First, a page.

Enslaved on their reinvention with new album E
Extreme Takeover: one of metal’s most fearless modern bands have reinvented themselves yet again. We find out exactly what Enslaved saw in the runes to create masterful new album E
In April 2016, Enslaved were still on a high from celebrating their 25th anniversary. there was much to be proud of – in their earlier days they had helped to define Norwegian black metal, before gradually reinventing themselves as a unique progressive entity that broadened the horizons of extreme music. Continuing this process, guitarist Ivar Bjørnson booked a studio and began work on Sacred Horse, a song that would become the centrepiece of forthcoming album E. But not everyone in the band was happy.
Keyboard player and backing vocalist Herbrand larsen suddenly announced his departure after 13 years, throwing them into crisis. “I think Herbrand was expecting a move in a rock-oriented direction, because the band had been going more melodic,” explains Ivar. “[then] he realised that Enslaved at any time could implode in total musical craziness! He wasn’t as motivated as the rest of us, which had the opposite effect – we became more enthusiastic. Around the 25th anniversary, there was a realisation for us that success would be to realise our artistic vision; if it ends up on this or that commercial level, it doesn’t really matter.”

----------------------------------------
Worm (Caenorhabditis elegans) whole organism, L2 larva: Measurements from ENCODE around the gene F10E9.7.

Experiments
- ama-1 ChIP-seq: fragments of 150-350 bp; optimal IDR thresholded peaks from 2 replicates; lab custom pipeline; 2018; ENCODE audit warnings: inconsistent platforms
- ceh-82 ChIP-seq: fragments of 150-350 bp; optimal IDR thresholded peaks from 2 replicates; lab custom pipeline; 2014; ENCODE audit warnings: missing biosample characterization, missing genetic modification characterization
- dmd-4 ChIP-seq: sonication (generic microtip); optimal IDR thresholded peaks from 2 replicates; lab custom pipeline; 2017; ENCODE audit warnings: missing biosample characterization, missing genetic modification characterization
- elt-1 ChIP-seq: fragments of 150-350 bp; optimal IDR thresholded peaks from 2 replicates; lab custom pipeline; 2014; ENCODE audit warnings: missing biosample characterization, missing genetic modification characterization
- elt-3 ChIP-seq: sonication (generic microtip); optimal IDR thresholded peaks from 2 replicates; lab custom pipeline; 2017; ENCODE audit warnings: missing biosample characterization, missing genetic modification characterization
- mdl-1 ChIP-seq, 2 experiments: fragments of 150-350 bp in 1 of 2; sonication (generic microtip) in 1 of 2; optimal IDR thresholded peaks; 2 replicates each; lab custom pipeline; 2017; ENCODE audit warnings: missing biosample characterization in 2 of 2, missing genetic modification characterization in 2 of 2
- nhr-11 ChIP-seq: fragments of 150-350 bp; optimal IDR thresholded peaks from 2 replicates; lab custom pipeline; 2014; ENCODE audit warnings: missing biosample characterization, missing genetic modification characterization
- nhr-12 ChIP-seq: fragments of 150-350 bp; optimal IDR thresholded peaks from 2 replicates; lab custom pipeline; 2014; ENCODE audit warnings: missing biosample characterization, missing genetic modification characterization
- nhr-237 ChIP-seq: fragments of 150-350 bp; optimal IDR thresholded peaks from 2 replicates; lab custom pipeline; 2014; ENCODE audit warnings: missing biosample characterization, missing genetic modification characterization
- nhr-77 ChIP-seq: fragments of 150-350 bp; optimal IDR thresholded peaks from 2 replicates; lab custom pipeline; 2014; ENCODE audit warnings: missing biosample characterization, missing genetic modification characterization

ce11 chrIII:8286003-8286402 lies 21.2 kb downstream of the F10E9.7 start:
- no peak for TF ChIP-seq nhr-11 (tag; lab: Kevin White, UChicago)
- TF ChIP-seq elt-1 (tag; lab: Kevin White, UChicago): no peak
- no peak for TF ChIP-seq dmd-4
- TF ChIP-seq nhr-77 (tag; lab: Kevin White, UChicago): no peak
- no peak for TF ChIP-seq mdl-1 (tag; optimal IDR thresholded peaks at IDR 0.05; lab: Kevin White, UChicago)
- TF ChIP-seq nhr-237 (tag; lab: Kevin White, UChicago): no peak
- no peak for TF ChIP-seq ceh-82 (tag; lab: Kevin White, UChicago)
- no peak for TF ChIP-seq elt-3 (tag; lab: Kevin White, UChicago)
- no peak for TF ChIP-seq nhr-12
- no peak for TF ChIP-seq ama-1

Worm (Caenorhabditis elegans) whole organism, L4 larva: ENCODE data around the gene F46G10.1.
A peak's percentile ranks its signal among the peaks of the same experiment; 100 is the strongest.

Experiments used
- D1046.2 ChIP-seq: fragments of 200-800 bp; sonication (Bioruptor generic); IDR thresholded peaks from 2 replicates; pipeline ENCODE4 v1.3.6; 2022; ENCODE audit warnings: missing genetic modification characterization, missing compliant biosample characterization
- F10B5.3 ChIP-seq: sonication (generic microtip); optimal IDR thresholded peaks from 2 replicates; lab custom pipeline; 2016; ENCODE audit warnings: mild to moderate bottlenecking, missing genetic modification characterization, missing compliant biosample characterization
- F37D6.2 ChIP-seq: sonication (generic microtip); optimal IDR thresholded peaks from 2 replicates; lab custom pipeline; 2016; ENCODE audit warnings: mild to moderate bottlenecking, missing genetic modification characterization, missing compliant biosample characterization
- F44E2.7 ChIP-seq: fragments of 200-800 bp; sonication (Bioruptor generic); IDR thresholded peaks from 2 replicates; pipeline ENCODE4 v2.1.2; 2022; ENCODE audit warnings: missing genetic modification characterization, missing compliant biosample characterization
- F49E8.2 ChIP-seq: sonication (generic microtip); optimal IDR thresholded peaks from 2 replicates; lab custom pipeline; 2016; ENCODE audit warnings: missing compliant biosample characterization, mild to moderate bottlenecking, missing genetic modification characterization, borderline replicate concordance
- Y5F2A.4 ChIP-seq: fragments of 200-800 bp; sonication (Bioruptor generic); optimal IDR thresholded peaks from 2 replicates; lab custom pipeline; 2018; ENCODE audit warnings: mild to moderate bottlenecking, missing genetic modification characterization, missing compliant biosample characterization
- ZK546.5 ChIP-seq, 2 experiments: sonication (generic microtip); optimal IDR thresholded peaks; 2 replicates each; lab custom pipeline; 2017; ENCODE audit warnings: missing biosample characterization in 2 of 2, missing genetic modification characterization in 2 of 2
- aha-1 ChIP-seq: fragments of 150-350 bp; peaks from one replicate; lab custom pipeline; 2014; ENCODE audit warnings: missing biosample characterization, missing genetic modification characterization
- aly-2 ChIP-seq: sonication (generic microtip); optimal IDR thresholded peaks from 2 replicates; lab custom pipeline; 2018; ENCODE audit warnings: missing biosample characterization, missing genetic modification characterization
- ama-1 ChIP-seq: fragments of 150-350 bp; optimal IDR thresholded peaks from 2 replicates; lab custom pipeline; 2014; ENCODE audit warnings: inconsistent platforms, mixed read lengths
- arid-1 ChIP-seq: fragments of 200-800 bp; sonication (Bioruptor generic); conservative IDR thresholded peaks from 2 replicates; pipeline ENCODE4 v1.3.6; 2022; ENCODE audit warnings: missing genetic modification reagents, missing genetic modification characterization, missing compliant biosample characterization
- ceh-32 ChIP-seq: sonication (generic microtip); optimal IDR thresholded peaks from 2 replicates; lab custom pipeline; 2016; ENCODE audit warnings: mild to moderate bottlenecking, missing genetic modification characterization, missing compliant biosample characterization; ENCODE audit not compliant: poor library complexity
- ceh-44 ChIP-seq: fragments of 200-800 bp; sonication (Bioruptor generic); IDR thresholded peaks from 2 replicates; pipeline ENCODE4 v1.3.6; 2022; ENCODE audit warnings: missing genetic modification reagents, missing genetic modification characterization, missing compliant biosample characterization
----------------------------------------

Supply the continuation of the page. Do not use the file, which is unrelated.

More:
there was no bad blood in their parting, but the strong friendship in the band – completed by lead vocalist/bassist Grutle Kjellson, guitarist Arve Isdal and drummer Cato Bekkevold – made Herbrand’s decision all the more agonising. “It was very painful,” Ivar confesses. “It’s so much fun touring; I guess he made the decision way back, but the social aspect kept him there for a long while.”
So began the hunt for a replacement, with studio time fast approaching. “Finding a guy who can tour 200 days a year, committing social and relationship suicide, playing 70s-style keyboard and organ and singing clean vocals…” Ivar sighs heavily before continuing. “to find that in three months, preferably in our hometown of Bergen, with only 350,000 people living there, seemed like a long shot. But good art depends on luck and craziness!”